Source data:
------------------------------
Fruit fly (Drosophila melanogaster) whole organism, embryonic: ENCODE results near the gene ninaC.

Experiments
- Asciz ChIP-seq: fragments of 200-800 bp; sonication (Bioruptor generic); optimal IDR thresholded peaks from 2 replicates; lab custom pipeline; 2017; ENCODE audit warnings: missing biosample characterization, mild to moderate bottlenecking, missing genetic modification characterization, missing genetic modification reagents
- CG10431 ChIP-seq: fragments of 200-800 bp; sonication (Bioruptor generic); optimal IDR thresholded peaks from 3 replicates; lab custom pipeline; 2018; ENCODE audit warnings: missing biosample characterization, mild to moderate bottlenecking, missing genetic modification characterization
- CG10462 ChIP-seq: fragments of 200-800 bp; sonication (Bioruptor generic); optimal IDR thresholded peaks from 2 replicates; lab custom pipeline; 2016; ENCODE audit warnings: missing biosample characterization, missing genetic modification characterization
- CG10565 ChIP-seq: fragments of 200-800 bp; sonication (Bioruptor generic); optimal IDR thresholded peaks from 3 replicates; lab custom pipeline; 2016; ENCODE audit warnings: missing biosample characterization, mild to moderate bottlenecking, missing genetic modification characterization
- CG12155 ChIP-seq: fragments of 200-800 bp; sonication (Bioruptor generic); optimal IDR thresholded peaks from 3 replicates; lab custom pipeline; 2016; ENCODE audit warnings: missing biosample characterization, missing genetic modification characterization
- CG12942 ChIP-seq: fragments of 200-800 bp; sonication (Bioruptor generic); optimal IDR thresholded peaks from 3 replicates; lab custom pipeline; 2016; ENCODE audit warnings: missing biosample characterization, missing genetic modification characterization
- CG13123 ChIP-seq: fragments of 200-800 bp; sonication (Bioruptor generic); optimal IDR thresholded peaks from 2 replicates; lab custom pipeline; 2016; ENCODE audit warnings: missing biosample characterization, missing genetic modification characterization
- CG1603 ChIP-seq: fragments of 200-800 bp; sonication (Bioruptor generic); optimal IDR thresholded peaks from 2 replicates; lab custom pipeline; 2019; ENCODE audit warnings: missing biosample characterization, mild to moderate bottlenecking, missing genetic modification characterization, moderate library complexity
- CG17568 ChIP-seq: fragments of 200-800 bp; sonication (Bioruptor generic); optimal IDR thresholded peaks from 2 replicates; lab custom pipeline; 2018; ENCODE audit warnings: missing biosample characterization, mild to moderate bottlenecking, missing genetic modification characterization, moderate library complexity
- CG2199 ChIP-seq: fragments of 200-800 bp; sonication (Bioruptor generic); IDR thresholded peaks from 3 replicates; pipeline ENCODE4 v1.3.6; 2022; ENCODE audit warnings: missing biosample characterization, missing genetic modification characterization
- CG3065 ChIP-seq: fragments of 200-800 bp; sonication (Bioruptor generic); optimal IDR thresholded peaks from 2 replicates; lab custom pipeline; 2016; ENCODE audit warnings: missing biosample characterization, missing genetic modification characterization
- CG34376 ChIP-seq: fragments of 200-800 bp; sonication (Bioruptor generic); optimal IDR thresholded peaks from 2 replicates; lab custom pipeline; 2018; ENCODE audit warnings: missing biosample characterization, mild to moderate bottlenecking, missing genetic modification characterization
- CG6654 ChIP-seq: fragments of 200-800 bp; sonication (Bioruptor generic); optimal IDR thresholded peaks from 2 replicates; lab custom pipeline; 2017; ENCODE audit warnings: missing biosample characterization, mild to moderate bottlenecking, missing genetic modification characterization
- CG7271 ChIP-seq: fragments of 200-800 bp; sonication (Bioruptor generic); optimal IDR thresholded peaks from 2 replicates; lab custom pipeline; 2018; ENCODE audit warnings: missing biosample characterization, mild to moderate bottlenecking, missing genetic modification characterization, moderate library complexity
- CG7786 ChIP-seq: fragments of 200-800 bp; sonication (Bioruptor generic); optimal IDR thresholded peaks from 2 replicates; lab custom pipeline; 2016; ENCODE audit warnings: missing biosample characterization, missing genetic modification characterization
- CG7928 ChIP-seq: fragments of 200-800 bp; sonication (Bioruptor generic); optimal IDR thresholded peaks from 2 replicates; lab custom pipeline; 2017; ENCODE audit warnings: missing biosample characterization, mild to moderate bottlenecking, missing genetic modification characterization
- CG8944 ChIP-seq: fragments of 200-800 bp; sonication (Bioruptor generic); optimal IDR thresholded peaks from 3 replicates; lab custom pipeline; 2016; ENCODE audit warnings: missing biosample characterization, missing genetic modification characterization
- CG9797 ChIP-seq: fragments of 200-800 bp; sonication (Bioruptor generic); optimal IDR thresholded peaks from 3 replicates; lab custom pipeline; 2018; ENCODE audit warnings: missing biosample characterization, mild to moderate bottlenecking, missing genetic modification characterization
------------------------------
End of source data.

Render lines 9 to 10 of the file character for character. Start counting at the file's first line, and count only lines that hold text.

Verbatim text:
- CG13123 ChIP-seq: fragments of 200-800 bp; sonication (Bioruptor generic); optimal IDR thresholded peaks from 2 replicates; lab custom pipeline; 2016; ENCODE audit warnings: missing biosample characterization, missing genetic modification characterization
- CG1603 ChIP-seq: fragments of 200-800 bp; sonication (Bioruptor generic); optimal IDR thresholded peaks from 2 replicates; lab custom pipeline; 2019; ENCODE audit warnings: missing biosample characterization, mild to moderate bottlenecking, missing genetic modification characterization, moderate library complexity